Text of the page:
Still in the Hood

I’m still sitting in a cafe in the neighborhood where I grew up and my parents grew up, and my grandparents too, and where my great-grandfather built a house in 1910 that still stands – a small crooked house with tiny rooms and odd additions.  When my mother was a girl her uncle’s family lived there along with her grandfather.  My grandfather still peddled fruit when mom was very young and kept his horse, Buck, in the yard, along with the fruit cart.  An illiterate immigrant, my great-grandfather went into business with a Jewish guy who could do sums; apparently they did well by each other as the partnership for lasted many years.

I grew up around the corner from that house.  My cousins Sean and Devin lived in the house – their mother had gotten the house in the divorce from my mother’s cousin Brian – and we would all take the bus to elementary school together.  Sean and Devin were rough kids, in particular Devin.  Most of my memories are of him hitting somebody or instigating fights between us younger kids.

Hope Street = Memory Lane

In a cafe on Hope Street in my old neighborhood (right across from the library) I’m getting coffee when I recognize a woman next to me in line.
She’s middle-aged and bloated, with bright lipstick smeared across her small mouth.  Her hands shake as she creams her coffee; a side-effect, I know, of anti-psychotic drugs.

C was the local Avon lady when I was a kid.  My mother bought products from her regularly, mostly out of sympathy.  ‘It’s so sad,’ my mother would say. ‘That woman has been taken advantage of by men her whole life.’  My mother’s sympathy meant that C visited us often, and my mother would hide from her calls at times, or have us tell Cheryl she wasn’t home.  Cheryl is a paranoid schizophrenic and I remember overhearing her raving and weeping in the kitchen about people plotting against her, about vast shadowy conspiracies, while my mother tried to soothe her and insisted that she take her meds.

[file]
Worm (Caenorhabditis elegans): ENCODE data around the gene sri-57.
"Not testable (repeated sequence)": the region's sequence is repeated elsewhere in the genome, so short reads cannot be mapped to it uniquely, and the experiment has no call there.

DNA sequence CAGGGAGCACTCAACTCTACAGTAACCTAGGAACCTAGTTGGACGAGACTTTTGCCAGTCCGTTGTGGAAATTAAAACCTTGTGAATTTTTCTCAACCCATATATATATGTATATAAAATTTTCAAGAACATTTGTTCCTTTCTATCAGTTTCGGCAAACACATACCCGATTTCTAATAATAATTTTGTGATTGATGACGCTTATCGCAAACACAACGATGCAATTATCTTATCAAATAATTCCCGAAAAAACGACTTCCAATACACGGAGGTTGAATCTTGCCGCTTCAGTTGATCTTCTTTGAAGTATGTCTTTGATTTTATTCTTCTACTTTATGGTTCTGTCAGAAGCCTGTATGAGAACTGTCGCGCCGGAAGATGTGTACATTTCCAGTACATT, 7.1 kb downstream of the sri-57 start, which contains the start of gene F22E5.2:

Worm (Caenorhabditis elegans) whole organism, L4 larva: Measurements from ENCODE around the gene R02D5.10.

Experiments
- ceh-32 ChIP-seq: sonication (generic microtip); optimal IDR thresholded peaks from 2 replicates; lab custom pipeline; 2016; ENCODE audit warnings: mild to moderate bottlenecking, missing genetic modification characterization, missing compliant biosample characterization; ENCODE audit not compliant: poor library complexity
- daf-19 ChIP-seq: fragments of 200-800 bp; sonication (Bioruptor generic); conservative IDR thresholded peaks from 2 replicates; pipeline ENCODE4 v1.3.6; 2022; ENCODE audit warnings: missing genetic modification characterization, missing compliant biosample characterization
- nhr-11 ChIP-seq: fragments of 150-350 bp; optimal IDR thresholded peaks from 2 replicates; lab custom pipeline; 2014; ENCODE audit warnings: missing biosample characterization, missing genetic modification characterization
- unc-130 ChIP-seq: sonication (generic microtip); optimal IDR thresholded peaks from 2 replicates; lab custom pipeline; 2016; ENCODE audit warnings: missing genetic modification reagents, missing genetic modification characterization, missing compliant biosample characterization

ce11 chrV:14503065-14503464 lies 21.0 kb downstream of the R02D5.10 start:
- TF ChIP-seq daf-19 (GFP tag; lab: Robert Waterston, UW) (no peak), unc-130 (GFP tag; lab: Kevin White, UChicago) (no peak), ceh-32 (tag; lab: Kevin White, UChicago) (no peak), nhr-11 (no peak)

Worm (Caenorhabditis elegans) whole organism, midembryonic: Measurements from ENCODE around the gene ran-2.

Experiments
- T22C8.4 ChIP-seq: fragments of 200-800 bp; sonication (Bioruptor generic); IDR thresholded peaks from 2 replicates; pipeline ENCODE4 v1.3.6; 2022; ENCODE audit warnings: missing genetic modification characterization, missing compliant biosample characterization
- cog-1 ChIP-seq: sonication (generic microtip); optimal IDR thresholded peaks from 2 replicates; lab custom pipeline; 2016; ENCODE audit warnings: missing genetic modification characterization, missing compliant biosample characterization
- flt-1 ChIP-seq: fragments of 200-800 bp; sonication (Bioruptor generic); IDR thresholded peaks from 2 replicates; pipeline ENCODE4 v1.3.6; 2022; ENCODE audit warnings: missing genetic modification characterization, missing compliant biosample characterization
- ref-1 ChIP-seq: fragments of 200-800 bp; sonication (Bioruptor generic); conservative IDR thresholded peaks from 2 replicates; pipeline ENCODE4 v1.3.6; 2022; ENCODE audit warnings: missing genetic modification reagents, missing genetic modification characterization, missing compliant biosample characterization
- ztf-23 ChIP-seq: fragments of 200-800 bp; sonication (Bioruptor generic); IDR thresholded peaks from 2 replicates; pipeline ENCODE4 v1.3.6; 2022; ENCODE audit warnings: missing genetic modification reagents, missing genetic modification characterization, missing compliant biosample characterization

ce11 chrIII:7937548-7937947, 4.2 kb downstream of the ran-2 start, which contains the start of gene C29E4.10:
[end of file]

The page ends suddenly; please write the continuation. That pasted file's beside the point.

C didn’t like taking the meds because she was very pretty and they made her gain weight.  She would totter around the neighborhood in high heels and designer jeans – Sassoon and Cheryl Tiegs – holding a strappy purse and her Avon bag.  As I was just going into my teens, I tended to pay close attention to pretty blondes in tight jeans.

In an earlier memory, I remember C at Skipper’s Diner, also on Hope Street.  My grandmother would take me there for lunch sometimes.  It was very working class.  The cook had tattoos on his brawny forearms and would lean over the grill with a cigarette in his mouth, telling dirty jokes.  I found him terrifying. I think I generally ate tuna melts on white toast and burgers there.

C would be there with her mother, a friend of my nana.  Even as a small child, I could sense the air of hysteria about C  In later years, I’d go into Skipper’s on lunch breaks with my uncle when I worked in his landscaping business.  The foul-mouthed cook was still there, and C.  My uncle would flirt and joke with her.  I hope they never had sex, but from what I’ve heard about my uncle…

C’s physical appearance deteriorated rapidly by the time I was in college, she was a wreck.  Whenever I saw her, she’d always tell me about how beautiful she used to be.

In the cafe, C starts yelling at some aquaintances at another table.  Sure enough, in moments she’s talking about how beautiful she used to be.

‘Do you want to see a picture of me when I was in my 20s?  I was very pretty.’ 

She takes a worn photo out of her pocket and starts waving it in the air.

At the Library

I’m sitting in a branch library in my old hometown.  From an early age, I was their best customer, walking home with stacks of books that reached over my head and were always sliding to the ground.

Across from my seat is a bank of computers.  A man with thinning curly blond hair is looking at craigslist postings for male hustlers.  Photographs of nude muscular torsos and smiling young men flash across the screen.  Times have changed at the public library.

Hmm…He’s moved on to penises.  I’m about to take on the role of (reluctant) defender of public morality for the first time in my life.